From Facebook groups to YouTube videos, technology has undoubtedly changed the way presidential campaigns communicate.
But new modes of communication aren't exclusive to campaigns - political groups on Penn's campus, and at other schools as well, have also revolutionized their efforts.
The College Republicans, for example, recently created a Web site with a new strategy for communication - text-message updates.
Group members can register to receive texts from the College Republicans with group updates and information.
"It's just a different way to get the word out," College Republicans President Zac Byer said. "Everyone is so attached to their cell phones these days that it seems like the next logical step."
College Republicans spokesman Mike Tate added that these updates will help increase group involvement. "More communication means more action," he said.
The Penn Dems' Web site has information about upcoming events, as well as a blog where members express their opinions on political issues.
While the blog was "really active" last semester, the number of posts has since declined. Penn Democrats President Lauren Burdette said she hopes to revive blog activity.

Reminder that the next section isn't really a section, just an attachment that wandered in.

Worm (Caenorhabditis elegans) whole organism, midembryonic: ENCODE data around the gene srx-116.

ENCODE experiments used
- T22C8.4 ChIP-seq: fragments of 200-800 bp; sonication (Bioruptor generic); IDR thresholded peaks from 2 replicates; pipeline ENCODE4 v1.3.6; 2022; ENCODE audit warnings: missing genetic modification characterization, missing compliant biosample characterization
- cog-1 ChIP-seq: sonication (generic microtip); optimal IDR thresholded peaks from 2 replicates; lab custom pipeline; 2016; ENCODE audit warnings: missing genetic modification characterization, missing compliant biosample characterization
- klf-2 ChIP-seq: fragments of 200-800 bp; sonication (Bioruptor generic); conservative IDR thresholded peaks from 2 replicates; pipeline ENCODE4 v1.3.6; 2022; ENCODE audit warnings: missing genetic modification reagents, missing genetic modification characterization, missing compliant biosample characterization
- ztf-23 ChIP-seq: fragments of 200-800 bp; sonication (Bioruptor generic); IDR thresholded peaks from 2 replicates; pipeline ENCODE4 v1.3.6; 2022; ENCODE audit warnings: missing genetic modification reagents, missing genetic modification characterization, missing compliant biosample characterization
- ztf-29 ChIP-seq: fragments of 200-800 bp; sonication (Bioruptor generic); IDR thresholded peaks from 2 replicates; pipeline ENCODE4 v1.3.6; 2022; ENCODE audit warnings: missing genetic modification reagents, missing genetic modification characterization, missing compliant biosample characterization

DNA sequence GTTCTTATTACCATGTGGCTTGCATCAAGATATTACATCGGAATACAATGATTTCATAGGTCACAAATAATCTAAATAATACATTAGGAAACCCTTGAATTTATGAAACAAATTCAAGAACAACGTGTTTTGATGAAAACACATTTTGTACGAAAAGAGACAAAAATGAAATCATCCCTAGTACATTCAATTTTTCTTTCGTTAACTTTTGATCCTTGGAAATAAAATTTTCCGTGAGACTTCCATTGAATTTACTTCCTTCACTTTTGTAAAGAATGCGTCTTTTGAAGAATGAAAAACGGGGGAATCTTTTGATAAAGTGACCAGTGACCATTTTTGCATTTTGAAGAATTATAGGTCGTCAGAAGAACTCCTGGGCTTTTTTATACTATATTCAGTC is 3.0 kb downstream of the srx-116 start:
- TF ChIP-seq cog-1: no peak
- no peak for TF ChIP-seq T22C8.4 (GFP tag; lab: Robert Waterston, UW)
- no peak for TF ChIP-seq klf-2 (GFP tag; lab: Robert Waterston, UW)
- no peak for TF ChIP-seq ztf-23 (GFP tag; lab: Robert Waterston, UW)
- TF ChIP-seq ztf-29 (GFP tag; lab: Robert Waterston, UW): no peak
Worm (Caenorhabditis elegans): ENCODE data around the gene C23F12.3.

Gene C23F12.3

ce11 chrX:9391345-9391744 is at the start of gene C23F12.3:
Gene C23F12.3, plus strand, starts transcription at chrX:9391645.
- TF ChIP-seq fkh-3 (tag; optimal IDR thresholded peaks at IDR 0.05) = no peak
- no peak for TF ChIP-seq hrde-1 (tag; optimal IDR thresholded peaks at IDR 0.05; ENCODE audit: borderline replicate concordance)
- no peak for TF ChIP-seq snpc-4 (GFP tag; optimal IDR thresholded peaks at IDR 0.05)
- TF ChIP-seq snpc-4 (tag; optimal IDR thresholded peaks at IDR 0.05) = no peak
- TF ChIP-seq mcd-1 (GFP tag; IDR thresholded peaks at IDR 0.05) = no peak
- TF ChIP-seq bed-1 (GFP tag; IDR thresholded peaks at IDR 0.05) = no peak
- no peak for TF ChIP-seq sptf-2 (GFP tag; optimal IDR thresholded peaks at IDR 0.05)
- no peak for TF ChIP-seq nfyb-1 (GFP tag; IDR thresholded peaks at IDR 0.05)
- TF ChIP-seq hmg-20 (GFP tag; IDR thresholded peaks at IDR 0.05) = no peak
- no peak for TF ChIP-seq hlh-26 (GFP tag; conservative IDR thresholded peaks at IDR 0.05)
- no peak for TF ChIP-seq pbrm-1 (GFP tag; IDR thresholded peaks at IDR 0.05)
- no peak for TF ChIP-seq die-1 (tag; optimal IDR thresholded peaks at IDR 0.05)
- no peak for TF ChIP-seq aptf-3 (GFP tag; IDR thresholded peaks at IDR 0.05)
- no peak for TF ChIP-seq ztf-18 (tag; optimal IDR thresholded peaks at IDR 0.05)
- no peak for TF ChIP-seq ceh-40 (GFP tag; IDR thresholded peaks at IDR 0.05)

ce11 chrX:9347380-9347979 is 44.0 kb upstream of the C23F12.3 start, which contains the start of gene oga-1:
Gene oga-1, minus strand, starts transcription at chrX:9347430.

"We're always looking for new ways to communicate with people ... that's the challenge that every group faces on Penn's campus, and at all universities."
Unlike the Penn Dems and College Republicans, most campaign groups on campus rely largely on Facebook to communicate with current and potential members.
According to Penn for Hillary spokeswoman and former DP Spin editor Julie Siegel, Facebook has been a great networking tool for the group.
Siegel said that in addition to helping Penn for Hillary attract new members, the organization's Facebook group has also drawn students from other universities interested in forming similar groups on their campuses or campaigning for Sen. Clinton in Pennsylvania.
Penn for Obama has begun phasing out its Facebook group, co-president Michael Stratton said, but still uses that and a listserv to communicate with members.
And Penn for McCain, a relatively new group on campus, relies almost entirely on Facebook to get its message out to students, President Justin Felder said.
But despite advances in technology, political groups both at Penn and at other schools aren't abandoning more traditional communication methods.
Many groups set up tables on Locust Walk, and Burdette said the Penn Dems still use flyers to advertise certain events.
Rob Weiss, the president of the Princeton College Democrats, said his group still uses face-to-face modes of communication.
"We can send out a mass e-mail or Facebook message, but there's really no substitute for walking up to someone and saying, 'Here's exactly how you can get involved,'" Weiss said.
© 2008 Daily Pennsylvanian via U-WIRE